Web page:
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What makes an MMORPG good?

Well certainly there are a number of characteristics that would allow me to classify any MMORPG as good, but of course, we must remind ourselves that this is mostly opinion and opinions are relative (as WoW constantly reminds us). With that done, let's go

Author: theguru22

The Age of Infinite Heroes

Posted by theguru22 Saturday January 3 2009 at 2:41PM
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Let's all take a minute to admire how dramatic that title is, and postulate how well it would do as a game title.




Back with me?

Alright so, your typical MMORPG transplants you in the body of some human/??? creature of a strange and mystical world and then guides you from behind the scenes through a series of zones and boss fights until you've collected everything and killed everyone, in which case you can do one of three things:

1) Reroll another character of a different class because you've been suckered into the relentlessly boring and outdated class system.

2) Go PvP until your eyes fall out.

3) Use the game as a giant, 3-D chatroom in which you're actually a human with purple skin and inexorably long pointy ears.

So basically the only mechanic of the game MMORPG devs seem to give two shits about is the combat system, since they know that MMORPG players are all bratty 13 year olds who just want to dismember as many rabbits before bedtime as possible. This is only the case, however, because bratty little 13 year olds are the only audience that's impressionable and easy-to-please enough to be a consistent audience and therefor making games that tailor to them is always the most lucritive and easy route. And so MMORPGs have been pushed into the corner where the Disney Channel sits, being only entertaining and engrossing to people of a certain age (or mental age) for a certain ammount of time, thriving on the inevitable aging of pre-teens into their demographic to fill the hole of those who left.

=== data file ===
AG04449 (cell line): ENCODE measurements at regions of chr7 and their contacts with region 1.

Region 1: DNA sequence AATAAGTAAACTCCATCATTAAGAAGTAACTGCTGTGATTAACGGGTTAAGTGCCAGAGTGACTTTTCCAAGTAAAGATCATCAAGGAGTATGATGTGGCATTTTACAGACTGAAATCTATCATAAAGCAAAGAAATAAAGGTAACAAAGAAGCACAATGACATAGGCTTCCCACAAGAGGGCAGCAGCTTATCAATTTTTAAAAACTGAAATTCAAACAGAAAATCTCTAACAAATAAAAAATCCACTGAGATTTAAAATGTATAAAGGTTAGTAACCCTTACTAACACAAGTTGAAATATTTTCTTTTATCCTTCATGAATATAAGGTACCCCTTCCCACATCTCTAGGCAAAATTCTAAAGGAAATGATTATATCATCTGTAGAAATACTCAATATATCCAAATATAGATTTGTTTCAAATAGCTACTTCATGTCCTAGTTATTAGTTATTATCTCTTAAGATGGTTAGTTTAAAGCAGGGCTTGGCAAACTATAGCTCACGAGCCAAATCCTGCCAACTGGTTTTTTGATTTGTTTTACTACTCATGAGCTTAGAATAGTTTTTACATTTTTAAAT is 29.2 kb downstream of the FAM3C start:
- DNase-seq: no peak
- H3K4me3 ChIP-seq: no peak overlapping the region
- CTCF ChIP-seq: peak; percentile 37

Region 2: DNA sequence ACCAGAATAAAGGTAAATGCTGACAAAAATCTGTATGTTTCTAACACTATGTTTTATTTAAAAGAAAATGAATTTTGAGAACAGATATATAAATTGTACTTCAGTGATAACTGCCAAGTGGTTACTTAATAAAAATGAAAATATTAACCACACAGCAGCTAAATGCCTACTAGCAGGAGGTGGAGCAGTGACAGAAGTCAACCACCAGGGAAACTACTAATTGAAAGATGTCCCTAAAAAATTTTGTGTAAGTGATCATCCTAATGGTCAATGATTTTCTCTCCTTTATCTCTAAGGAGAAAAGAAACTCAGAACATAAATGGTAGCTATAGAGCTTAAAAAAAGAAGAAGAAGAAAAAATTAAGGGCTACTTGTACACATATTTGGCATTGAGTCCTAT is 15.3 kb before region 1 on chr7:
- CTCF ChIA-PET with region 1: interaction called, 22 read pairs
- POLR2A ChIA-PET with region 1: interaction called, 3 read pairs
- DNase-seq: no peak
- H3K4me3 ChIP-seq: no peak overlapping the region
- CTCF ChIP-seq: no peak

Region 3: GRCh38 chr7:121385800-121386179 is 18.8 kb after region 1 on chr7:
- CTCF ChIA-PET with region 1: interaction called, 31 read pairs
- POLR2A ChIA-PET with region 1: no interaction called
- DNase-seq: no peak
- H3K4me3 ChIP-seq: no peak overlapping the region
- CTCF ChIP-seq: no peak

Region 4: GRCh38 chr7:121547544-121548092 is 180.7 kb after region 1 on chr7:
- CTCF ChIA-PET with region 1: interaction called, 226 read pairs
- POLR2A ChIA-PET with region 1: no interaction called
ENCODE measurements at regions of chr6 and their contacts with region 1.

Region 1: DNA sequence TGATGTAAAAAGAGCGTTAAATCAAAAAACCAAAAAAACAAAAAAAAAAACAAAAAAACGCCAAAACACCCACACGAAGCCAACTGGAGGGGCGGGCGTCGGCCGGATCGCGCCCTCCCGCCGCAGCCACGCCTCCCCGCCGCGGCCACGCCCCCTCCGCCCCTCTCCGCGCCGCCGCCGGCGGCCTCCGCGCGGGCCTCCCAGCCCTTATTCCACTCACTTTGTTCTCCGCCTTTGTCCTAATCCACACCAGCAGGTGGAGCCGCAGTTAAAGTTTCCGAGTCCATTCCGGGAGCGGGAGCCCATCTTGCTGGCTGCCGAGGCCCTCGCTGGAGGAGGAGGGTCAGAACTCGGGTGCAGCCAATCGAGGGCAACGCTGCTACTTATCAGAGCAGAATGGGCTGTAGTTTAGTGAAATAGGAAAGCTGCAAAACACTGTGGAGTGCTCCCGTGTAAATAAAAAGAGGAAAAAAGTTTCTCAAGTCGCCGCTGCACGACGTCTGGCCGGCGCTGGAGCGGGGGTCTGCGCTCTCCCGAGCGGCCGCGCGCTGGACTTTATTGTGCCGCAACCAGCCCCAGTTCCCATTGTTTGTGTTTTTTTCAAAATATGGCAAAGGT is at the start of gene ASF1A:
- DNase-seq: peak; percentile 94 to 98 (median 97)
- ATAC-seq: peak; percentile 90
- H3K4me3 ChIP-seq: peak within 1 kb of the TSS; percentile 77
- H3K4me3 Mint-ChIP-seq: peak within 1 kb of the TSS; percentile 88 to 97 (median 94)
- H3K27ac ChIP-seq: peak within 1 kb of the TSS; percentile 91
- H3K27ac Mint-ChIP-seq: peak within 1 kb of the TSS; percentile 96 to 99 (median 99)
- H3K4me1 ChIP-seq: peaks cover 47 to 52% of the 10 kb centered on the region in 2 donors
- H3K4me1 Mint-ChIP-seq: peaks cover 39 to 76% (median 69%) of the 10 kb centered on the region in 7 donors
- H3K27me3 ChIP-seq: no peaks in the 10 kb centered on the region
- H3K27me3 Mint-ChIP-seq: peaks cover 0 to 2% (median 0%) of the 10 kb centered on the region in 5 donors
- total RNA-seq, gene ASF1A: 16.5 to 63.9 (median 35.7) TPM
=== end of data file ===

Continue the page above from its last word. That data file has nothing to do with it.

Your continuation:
So the devs will spend months and years at a time ensuring that their combat is at least fun enough to brainwash impressionable youth with things like class balancing, abilities, slightly new ways to dismember rabbits, etc, while everything else (crafting, immersion, player interaction, dynamic worlds) gets quickly and fervently shoved aside because they're A) hard to develope well and B) not the selling points for spoiled children.

The sad fact is that most players crave the samey make a character and grind till you drop "cookie cutter" MMORPGs that are the dried husks of the genre's wasteland. If this were not the case WoW would not have the subscriptions that it does and RoM would not have the apologists that it does. There's a recent blog on this site asking why people like sandbox games, and here is my response:

"People want sandbox because they want to shape the sand. Because they feel more like part of the game rather than a passenger in it. Because they want their actions to have meaning rather than ending up at the same dead end as everyone else who followed the linear storyline. I guess the people who enjoy linear MMORPGs are the same people who enjoy daytime soaps; they struggle with creativity and show no motivation to develope rather than participate.

We are done participating as innocent passengers aboard the train car of linear progression worlds. As Cloud said, 'It can only go where the tracks take it.'"

But I do believe that there is a dedicated group disatisfied with the WoW clones and underappreciated gameplay mechanics such as crafting and immersion. We're hoping to see these issues addressed with every new MMORPG, but we're certainly not holding our breath.


Adendum: If combat is all you care about, there are a ton of FPSs and FPS/RPGs that do it way better than most MMORPGs. Rakion, Gunz, TF2, L4D, etc.